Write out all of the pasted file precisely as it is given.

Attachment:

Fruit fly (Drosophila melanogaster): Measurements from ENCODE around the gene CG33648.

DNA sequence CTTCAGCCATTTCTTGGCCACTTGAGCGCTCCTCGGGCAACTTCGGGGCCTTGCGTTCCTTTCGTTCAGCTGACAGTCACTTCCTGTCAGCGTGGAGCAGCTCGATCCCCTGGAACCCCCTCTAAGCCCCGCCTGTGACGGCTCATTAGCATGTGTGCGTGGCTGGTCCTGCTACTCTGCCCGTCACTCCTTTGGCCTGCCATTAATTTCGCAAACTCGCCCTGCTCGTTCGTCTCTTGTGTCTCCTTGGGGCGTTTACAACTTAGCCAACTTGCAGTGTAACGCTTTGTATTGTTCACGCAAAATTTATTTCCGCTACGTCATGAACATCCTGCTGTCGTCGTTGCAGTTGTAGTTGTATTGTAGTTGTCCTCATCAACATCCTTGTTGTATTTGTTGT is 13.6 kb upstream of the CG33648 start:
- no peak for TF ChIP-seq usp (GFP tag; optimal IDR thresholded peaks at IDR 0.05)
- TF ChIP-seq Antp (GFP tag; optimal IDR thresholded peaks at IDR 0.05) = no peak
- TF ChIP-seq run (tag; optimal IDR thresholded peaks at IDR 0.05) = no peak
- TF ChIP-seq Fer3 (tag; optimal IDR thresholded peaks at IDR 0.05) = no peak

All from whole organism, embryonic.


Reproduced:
Fruit fly (Drosophila melanogaster): Measurements from ENCODE around the gene CG33648.

DNA sequence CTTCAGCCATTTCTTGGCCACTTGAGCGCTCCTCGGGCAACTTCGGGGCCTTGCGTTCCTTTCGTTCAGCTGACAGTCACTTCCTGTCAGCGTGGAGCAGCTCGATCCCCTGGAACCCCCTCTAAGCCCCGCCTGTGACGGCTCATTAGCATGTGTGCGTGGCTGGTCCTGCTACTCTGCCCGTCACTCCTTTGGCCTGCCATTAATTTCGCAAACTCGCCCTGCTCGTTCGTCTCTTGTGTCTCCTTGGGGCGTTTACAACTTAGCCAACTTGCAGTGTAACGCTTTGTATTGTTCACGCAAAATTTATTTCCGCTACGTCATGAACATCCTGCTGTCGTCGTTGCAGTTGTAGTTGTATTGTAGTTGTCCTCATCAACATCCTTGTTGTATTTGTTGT is 13.6 kb upstream of the CG33648 start:
- no peak for TF ChIP-seq usp (GFP tag; optimal IDR thresholded peaks at IDR 0.05)
- TF ChIP-seq Antp (GFP tag; optimal IDR thresholded peaks at IDR 0.05) = no peak
- TF ChIP-seq run (tag; optimal IDR thresholded peaks at IDR 0.05) = no peak
- TF ChIP-seq Fer3 (tag; optimal IDR thresholded peaks at IDR 0.05) = no peak

All from whole organism, embryonic.